While there are uncounted numbers of storytellers practicing today, official recognition was given to the late Clotilde Castro Gould, a master storyteller of Guam. Energetic, funny, sometimes ribald and always interesting, Clotilde (fondly called “Ding”) traveled extensively throughout the islands and to Pacific Islander events everywhere, representing Guam’s rich tradition of storytelling. She perpetuated the antics of “Juan Malimanga” by putting it in the daily newspaper as a comic strip. The character, Juan Malimanga, depicted a middle-aged, unworldly Chamorro man who dressed in an open-front shirt tied at the waist, rolled-up knee-length trousers, and zori’ (rubber thongs) on his feet. Other regular characters included Tan Kika,’ an old woman in long skirt and slippers with a bandana tied around her head, and Nanu, a person of dubious age. This ambiguity allowed his character to act sometimes as a boy and sometimes as a man. The humor revolved around miscommunications due to word plays, often using typical Chamorro misuses of English words, and Juan Malimanga’s philosophy of life, which was to work as little as possible while using his wits to undermine authority figures. This comic strip continues to run in the Pacific Daily News in 2011. It is read by Chamorro speakers and those who use it as a challenge to practice reading the Chamorro language.
In the Northern Marianas where Caroline Islanders (Refaluwash) share native citizenship with Chamorros, stories from both cultures have blended cohesively. Lino Olopai of Refaluwash ancestry who speaks Refaluwash, Chamorro, and English languages, has traveled widely telling the stories he learned from his elders — of fishing, canoe traditions, and family folkways. One tradition he described at a storytelling event at Gef Pa’go Inalahan was that listeners must continuously respond to the storyteller by saying, “yehyeh,” or the storyteller would assume no one was listening and stop. This was practiced during his childhood when a storyteller would sit on the sleeping mats among children to tell bedtime stories. The storyteller judged whether the listeners were still awake by listening for the “yehyeh” response. When everyone was silent, it was a sign that the children had drifted to sleep.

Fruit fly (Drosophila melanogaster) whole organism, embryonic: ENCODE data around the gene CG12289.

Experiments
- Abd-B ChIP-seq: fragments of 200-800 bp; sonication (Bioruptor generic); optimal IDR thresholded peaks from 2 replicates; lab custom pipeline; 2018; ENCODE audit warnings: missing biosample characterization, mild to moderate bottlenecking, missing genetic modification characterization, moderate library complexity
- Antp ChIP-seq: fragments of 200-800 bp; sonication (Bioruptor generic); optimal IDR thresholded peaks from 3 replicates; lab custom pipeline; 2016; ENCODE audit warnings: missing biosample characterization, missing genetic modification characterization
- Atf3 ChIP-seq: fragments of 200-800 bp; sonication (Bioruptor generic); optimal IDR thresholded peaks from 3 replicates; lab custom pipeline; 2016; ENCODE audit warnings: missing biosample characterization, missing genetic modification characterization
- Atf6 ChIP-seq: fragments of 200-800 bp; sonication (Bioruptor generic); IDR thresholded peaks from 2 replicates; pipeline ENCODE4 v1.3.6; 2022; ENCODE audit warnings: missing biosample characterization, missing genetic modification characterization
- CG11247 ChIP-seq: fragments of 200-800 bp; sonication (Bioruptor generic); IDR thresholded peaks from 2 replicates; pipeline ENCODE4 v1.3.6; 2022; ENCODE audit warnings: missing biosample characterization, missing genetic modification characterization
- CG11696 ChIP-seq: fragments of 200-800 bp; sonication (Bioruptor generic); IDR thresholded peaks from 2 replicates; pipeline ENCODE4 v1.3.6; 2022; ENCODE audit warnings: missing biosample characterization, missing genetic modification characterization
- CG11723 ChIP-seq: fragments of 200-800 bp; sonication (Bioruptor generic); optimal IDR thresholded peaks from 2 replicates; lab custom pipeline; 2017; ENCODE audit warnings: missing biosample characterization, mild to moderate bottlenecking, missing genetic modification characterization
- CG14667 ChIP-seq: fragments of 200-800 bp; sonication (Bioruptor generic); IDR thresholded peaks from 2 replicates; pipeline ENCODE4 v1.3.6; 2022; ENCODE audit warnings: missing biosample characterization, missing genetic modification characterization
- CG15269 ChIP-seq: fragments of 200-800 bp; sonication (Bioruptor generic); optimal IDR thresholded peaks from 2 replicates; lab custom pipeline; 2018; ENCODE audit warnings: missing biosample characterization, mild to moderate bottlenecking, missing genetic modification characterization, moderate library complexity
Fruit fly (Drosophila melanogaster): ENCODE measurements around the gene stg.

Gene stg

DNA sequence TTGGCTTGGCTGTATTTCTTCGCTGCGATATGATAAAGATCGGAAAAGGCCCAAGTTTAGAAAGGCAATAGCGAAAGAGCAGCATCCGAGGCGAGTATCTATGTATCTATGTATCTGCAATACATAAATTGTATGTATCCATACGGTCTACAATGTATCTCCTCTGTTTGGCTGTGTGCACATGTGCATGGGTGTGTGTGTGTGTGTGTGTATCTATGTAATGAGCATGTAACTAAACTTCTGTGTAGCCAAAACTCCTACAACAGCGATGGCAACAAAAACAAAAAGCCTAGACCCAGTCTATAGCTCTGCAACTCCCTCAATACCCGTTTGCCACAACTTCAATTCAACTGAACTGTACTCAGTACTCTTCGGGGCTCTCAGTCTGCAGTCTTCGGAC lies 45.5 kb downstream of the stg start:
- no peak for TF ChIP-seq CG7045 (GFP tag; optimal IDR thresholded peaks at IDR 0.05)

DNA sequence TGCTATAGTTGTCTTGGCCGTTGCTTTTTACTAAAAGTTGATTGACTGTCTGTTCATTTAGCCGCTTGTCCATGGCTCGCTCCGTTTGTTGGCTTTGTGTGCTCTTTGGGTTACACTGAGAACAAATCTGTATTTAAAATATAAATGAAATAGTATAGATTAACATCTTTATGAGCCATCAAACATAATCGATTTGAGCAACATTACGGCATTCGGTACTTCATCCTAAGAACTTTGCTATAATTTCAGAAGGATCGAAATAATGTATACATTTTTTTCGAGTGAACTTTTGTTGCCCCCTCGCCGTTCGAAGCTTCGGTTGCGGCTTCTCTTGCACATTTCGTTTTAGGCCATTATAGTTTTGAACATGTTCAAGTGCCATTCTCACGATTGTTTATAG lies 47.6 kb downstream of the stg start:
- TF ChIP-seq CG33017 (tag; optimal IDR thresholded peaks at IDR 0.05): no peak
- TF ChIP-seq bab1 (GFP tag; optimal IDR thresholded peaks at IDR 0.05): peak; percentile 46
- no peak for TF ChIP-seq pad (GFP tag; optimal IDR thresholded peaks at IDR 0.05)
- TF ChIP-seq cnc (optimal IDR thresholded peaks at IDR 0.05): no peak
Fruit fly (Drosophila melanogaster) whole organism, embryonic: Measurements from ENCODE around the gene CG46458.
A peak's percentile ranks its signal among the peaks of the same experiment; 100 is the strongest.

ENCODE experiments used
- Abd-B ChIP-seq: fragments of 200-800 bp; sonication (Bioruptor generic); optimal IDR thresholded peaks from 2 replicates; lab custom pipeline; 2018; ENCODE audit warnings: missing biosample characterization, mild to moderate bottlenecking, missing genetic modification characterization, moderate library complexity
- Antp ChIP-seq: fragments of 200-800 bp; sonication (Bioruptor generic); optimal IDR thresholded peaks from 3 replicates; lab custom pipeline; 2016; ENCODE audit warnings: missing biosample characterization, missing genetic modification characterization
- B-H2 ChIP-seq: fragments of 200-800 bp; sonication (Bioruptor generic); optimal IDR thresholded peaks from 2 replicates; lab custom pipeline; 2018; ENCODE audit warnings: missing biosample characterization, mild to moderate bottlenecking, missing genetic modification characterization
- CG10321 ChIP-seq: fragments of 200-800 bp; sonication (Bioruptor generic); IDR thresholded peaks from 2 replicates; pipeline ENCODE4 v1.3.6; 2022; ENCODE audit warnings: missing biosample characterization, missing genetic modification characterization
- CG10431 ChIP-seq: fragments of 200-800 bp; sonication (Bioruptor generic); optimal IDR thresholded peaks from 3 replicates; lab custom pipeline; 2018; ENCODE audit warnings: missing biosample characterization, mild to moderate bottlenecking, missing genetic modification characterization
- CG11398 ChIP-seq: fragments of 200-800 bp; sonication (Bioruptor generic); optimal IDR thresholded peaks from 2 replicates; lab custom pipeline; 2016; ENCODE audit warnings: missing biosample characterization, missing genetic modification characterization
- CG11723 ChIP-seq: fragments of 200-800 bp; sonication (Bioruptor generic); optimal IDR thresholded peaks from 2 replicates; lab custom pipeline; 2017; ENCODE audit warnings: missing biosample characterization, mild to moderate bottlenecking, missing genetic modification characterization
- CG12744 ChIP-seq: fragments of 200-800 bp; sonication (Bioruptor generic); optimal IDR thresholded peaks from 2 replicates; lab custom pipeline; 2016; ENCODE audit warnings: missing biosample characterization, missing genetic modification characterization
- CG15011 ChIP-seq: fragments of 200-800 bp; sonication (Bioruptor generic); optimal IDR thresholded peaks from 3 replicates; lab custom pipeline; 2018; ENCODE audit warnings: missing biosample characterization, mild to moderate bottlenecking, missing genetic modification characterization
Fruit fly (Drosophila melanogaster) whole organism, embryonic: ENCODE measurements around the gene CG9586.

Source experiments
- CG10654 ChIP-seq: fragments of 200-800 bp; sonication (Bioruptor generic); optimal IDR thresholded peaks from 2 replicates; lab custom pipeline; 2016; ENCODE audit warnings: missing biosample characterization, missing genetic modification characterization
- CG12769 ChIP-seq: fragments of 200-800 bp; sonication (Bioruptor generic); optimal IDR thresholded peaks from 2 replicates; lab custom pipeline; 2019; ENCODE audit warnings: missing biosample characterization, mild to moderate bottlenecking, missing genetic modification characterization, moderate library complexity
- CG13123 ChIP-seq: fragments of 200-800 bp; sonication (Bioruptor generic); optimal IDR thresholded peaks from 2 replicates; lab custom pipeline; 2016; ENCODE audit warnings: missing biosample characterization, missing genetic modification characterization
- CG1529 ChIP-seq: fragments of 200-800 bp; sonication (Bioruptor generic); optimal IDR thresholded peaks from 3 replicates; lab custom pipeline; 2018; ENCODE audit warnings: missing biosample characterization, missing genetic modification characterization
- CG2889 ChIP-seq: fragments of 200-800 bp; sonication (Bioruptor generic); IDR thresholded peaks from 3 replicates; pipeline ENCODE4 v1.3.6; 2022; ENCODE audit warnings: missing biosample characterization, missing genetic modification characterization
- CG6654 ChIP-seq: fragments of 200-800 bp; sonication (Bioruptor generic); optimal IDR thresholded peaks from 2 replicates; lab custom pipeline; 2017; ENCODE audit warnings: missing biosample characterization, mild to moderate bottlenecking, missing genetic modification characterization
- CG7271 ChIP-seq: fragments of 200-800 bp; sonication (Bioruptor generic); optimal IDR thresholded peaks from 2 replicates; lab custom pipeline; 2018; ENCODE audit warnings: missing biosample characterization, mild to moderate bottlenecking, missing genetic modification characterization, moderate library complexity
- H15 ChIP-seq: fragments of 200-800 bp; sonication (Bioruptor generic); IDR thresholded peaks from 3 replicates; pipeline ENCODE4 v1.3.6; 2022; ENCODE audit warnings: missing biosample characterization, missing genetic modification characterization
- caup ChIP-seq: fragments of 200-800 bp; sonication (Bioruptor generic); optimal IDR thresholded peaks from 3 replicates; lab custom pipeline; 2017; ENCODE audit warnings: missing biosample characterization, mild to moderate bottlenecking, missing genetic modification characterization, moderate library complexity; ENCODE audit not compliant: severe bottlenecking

Contemporary storytellers can be contacted through the storytelling group, “Ginen I Hila’ I Maga’ Taotao – From the Tongues of the Noble People,” a non-profit organization formed by practitioners for the purpose of passing on storytelling traditions. They host several storytelling events each year, most recently their annual “Fright Night” Halloween storytelling event, held at night in the beachside jungles of Ipan, Talofofo. Over a dozen storytellers participate in rotating sessions where the audience is guided in the dark to each storyteller, raising hairs and squeals from the audience with their stories. This group usually participates in the annual November Gef Pa’go Storytelling Festival in Historic Inalahan, with each member presenting their specialty of scary, dramatic, funny, or ribald stories and skits that give insight into the Chamorro beliefs and sense of humor.
This is a very fluid group, including recognized old-timers Peter Onedera, Peter Duenas, Toni Ramirez, Rosa Salas Palomo, Loui and Lila Gumbar, Victor Tuquero, Selina Onedera-Salas, and Beverly Acfalle, and constantly adding young new talent to keep the group fresh and pass the tradition along. Elders of Inalahan, such as Tan Floren Paulino, Ben Meno, Carlos Paulino, and others participate each year. Two recognized Guam storytellers, Cira McMillan and Jay Pasqua, who have moved off-island, continue to practice their art in US Chamorro communities.
The Chamorro storytelling tradition is alive and growing. Check the calendar of events to see when the next storytelling event will take place — and enjoy the stories!
Judy Flores, PhD is a professional batik artist, historian, and folklorist, using her art to depict Guam’s rich history and culture. She grew up in the village of Inalahan and continues to work towards restoring and revitalizing the early 1900s buildings as an educational and tour venue. She recently published her book, “Estorian Inalahan: History of a Spanish-era Village in Guam,” available at Framed, Etc. Gallery in Anigua, Bestseller Books, The Guam Gallery of Art, Gef Pa’go Gift Shop, and on her website at www.GuamBatikGallery.com .